10 Tips to Hiring the Wrong Employee – Part II

contractPreviously, in 10 Tips to Hiring the Wrong Employee – Part I…

(Click here to catch up if you missed it!)

Hiring your pensioned neighbour and her newly-divorced best friend to muck in and help before you drown in paperwork and overdue orders may have seemed like a good idea at the time. But if they weren’t appointed into a valid and valuable post with a clearly defined job description, you may well regret your decision in time.

Once you’ve identified the employment need in your organisation, the next thing to do is fill it. Unsuccessful organisations seem to go out of their way to fill vacant posts with the wrong people.

Tip 3: Being blinded by qualifications

As you wade through the huge pile of CVs, you can’t help but be awed by the quality of candidates applying for the position. Degrees, diplomas and certificates abound. Well, that settles it then. Someone with the perseverance and tenacity to complete a PhD must be an asset to any organisation, surely? Well, yes, if you’re an educational facility. Or a medical facility. Or a research facility. But is it really necessary for your credit controller position? She may be able to debunk more myths than you thought possible, recite the Thesaurus, and tabulate the most verbose of manuscripts. But does she know her debit from her credit?

There is many a manager with the tendency to over-emphasise education at the expense of skill and experience. Proper qualifications most certainly play a crucial role when recruiting within certain industries, such as the medical or legal industries. But education is just one factor in the bouquet of attributes that make up a star employee. Whilst education provides a person with knowledge, it’s that person’s experience and skill that really shows what she is capable of achieving with her knowledge. When compiling the Job Description, make sure that you identify the minimum education and experience levels required of the job. And be careful not to be distracted by gleaming lists of inspirational educational achievements.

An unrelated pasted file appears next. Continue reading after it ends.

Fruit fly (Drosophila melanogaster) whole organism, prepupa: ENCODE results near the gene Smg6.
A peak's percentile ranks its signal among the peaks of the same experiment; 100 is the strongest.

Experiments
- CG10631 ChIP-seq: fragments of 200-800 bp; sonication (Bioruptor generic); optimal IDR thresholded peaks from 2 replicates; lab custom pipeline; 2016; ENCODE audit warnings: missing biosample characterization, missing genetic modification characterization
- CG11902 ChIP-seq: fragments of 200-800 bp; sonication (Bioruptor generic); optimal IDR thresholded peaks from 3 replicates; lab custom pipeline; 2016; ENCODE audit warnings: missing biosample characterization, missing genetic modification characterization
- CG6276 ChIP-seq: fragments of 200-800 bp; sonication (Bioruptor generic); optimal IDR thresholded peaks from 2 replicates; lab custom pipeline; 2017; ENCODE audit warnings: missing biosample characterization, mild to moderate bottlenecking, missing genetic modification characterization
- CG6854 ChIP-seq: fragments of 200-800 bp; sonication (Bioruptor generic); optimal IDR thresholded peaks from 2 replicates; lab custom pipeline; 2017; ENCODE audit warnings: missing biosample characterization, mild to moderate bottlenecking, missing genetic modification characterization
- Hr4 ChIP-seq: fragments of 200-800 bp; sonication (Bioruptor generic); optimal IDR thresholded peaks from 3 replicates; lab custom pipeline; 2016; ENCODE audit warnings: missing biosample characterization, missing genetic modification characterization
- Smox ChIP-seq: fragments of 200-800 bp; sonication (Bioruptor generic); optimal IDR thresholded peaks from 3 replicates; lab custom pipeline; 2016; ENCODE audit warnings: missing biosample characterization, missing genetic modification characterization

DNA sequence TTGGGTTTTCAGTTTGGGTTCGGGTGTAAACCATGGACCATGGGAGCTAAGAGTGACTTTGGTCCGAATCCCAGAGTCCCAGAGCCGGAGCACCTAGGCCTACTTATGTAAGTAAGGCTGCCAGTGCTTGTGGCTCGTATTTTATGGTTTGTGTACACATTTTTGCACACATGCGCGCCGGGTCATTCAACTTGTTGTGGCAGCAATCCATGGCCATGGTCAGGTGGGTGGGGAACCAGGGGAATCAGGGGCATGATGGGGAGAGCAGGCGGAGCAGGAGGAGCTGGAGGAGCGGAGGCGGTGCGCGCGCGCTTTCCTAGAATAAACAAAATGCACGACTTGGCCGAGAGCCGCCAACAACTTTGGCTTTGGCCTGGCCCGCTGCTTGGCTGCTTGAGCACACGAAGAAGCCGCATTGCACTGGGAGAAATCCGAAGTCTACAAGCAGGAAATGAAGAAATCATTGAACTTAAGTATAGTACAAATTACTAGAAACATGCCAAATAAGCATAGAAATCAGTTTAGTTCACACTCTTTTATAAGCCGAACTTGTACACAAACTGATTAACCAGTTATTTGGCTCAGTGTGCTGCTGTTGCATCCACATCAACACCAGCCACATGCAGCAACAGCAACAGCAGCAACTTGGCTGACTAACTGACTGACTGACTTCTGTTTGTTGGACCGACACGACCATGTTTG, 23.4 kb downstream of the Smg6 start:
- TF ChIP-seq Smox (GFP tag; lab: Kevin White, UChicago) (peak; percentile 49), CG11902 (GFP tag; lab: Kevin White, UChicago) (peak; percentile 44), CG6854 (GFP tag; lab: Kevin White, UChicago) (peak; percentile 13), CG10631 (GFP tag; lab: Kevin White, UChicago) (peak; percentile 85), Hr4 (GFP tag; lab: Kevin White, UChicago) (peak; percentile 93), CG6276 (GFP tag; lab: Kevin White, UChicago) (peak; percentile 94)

Wrong way: Appoint the candidate with the highest level of education.

Right way: Understand the level of education (and experience) that is needed to properly execute the duties required of the job.

Tip 4: Believe everything you read

Many recruiters find themselves overwhelmed by the quality of the CVs being submitted for vacant posts. As the unemployment rate worsens, so the overall quality of the candidates appears to miraculously improve. Lists of glowing references abound, littered amongst reams of educational qualifications and accomplishments of superhuman feats. Who better to employ than a star performer who has shot the lights out in each job he’s held, who’s been awarded countless company accolades, and whose hair remains unruffled in the most chaotic of circumstances? It only takes a phone-call or two to discover that he turned the lights out in his previous company – literally. He brought about their liquidation. In his job before that he received the Company’s annual Joker award for “Sleeping on the Job”, and it’s not difficult to be unruffled by chaos if he almost never pitched up at work to be ruffled in the first place.

If you are serious about finding the most suitable candidate for the position, then it is vital that you conduct due diligence to ensure that the candidate’s CV has not been over-stated or falsified. Double-check the accuracy of the candidate’s working history, contact references, perform credit checks, verify qualifications. One tool you can use to ensure that you get all the necessary information and consents to perform these checks (and not just the information the candidate is willing to disclose) is to get each candidate to complete a separate Job Application Form.

Wrong way: Believe the candidate’s CV at face value.

Right way: Conduct reference and background checks on the candidate before finalising the job offer.